Three Episodes for Percussion Quartet was composed for the Talujon Percussion Ensemble, and is dedicated to them and to the composer’s son, Gregory, whose birth coincided with the creation of this piece (1992). The piece casts two outer movements of quiet, prose-like gestures that are in some ways the antithesis of percussion music. These outer movements rarely display the steady beat and “groove” one comes to expect from so many scores for the modern percussion ensemble. The “tunes,” phrasing, gestures and harmony are asymmetrical and lyrical. The middle movement succumbs to the temptations of rhythmic drive, but retains much of the asymmetry and lyricism of the outer movements. The piece was a prize winner in the 1994 Percussive Arts Society Composition Competition.

The central work of this collection, Rituals: Sacred and Profane embodies the abstract idea of repetition as a guiding principle of compositional organization (this is, of course, nothing new.) It was composed in 1996 for the Faculty Trio of Temple University, who gave the first performance in Philadelphia. The impetus for the piece began with the specific idea of using ritual as the central component. What constitutes a “sacred” interpretation and what is “profane” immediately presented themselves as disparate labels for potentially the same thing. The piece uses a fragment of a famous Christmas hymn, twisted and recast (ritualistically) to a point beyond recognition. In the end, the “sacredness” or “profanity” of the gestures was far less meaningful that their shared aspect of ritual.

The two movements of Diptych, preludio and dansa, composed in 1984, occupy very different points on the emotional spectrum. The prelude is based on a single 5 against 2 rhythm that is wrapped around a slowly moving three-part harmonic texture. It is an intimate, quiet and lyrical series of musical phrases that does not hurry to make its point and ends quietly. The second movement is cast in a simple ABA form, with the middle section focused on an elaborate use of natural and artificial harmonics, which adds to the many distinct and beautiful tone colors of this more exuberant movement. The movement ends quietly with a cadence that includes several of these natural harmonics.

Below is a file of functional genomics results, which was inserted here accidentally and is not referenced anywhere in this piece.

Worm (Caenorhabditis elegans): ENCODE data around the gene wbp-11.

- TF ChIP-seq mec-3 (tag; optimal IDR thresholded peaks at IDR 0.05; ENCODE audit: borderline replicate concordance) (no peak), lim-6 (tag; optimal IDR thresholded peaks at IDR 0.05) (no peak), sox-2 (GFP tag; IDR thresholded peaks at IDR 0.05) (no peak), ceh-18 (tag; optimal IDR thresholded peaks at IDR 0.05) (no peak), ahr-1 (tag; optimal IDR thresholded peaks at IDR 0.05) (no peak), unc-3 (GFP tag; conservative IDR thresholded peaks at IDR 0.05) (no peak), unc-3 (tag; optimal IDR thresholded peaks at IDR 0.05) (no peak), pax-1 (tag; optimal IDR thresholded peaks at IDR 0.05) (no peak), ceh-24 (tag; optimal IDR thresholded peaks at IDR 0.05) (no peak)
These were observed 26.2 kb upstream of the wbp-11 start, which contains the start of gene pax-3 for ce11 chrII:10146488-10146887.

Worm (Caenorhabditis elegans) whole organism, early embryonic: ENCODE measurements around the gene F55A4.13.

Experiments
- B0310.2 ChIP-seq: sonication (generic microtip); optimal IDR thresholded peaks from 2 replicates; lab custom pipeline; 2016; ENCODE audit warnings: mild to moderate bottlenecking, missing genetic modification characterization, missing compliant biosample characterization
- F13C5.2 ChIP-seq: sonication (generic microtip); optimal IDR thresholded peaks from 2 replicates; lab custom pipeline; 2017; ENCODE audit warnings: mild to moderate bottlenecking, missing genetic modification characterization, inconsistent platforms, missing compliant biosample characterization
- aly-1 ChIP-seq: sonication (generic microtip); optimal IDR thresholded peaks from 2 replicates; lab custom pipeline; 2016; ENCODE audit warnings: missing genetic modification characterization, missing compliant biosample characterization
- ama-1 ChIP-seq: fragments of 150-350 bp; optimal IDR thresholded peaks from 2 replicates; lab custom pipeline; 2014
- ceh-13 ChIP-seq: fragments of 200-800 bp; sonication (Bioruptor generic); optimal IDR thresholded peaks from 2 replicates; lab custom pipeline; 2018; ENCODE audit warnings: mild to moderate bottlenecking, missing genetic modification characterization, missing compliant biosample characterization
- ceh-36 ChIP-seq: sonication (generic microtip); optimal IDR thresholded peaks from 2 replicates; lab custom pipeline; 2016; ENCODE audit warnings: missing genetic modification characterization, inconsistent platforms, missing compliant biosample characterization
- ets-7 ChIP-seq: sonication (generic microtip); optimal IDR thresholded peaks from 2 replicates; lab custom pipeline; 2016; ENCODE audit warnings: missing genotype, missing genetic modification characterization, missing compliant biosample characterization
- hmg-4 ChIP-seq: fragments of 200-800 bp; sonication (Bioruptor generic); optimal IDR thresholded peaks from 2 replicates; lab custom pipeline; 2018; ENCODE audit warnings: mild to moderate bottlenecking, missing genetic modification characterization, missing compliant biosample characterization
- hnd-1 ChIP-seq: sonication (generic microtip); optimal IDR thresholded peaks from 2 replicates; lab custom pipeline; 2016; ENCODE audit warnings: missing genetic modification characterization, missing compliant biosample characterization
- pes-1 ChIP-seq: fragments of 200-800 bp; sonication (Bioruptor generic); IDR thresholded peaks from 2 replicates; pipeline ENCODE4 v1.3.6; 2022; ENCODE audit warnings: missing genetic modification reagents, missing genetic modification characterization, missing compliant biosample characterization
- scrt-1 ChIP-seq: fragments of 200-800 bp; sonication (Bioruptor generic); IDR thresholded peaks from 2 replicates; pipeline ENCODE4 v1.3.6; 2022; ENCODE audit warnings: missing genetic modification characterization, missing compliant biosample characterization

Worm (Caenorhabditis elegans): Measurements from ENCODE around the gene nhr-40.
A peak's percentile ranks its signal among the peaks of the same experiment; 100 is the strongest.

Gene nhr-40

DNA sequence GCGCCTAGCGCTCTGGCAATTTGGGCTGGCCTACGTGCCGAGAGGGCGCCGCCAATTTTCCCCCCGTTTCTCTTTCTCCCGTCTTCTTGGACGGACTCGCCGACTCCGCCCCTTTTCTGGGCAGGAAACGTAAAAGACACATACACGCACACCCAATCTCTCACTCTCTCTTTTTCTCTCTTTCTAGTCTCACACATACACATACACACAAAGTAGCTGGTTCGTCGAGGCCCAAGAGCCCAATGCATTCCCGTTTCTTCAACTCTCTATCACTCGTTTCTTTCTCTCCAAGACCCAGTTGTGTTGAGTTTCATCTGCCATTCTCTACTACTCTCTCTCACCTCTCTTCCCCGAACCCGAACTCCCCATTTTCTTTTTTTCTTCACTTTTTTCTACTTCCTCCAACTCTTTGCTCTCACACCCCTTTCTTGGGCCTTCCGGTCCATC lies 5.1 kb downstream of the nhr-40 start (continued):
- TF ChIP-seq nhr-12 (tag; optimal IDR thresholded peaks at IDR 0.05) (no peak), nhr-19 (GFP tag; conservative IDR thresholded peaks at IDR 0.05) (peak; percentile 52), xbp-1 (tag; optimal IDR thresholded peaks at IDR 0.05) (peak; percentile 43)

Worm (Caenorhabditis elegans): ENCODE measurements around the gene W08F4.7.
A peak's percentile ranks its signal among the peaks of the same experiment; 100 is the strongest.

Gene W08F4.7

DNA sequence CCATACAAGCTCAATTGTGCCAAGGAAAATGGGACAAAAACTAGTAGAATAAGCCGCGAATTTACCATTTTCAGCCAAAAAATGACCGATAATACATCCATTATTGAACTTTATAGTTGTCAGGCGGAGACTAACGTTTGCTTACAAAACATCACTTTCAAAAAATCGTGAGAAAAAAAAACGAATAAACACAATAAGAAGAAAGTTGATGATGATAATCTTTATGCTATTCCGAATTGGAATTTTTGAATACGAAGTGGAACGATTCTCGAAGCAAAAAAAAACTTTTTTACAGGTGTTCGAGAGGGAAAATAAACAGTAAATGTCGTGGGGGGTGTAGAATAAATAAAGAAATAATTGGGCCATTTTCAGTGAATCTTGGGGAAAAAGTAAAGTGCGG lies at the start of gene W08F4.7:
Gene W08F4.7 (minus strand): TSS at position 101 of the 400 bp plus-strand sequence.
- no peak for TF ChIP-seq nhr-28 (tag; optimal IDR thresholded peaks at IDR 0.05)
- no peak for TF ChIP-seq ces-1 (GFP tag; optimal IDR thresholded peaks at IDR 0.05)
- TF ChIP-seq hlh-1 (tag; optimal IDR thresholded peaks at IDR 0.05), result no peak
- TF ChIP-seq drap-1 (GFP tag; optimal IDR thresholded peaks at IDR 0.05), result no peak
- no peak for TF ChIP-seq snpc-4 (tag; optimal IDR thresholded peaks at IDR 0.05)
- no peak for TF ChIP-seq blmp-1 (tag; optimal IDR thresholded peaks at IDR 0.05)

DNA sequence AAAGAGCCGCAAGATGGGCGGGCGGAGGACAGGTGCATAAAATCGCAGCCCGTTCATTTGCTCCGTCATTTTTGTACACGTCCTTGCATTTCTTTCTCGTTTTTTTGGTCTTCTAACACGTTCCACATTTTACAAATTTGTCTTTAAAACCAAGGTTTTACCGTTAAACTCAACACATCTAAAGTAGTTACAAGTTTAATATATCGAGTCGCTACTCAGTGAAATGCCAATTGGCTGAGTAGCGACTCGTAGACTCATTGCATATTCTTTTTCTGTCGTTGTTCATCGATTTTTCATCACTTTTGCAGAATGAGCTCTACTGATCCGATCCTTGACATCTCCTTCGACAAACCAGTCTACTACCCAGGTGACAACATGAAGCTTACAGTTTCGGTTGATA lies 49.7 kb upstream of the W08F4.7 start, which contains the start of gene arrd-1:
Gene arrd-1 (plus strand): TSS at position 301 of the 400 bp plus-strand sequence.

The Magnificat and Nunc Dimittis is the most traditionally cast of the works on this CD. The texts are the Church of England standard texts, that have been set in English (and many other languages) by composers too numerous to mention. The work was composed for the University Choir of University College, Chichester, England, in 2001. The American première was in 2003 with the Florilegium Chamber Choir at the German Church in New York City. In the manner typical of the Church of England, the music quickly changes direction in response to the texts in a single large statement (in contrast to the Bach Magnificat in which individual lines are divided into discrete movements.)

A Certain Slant of Light takes its title from a poem by Emily Dickinson. In the poem Dickinson evokes “a certain slant of light” that “oppresses, like the weight of cathedral tunes.” This rhapsodic piece alternates between the “oppressive” weight of the full organ sound and more intimate gestures that might seem to float “weightless.” The final pages, however, are a fugue with a subject drawn from the previous musical material. The final gesture contains the power and “weight” most often associated with the mighty (oppressive?) tradition of cathedral tunes. Light and weight are thus juxtaposed in sound as they are in Dickenson’s poem. The work was composed for Jan-Piet Knijff and first performed by him in the Czech Republic in 2002.

Edward Smaldone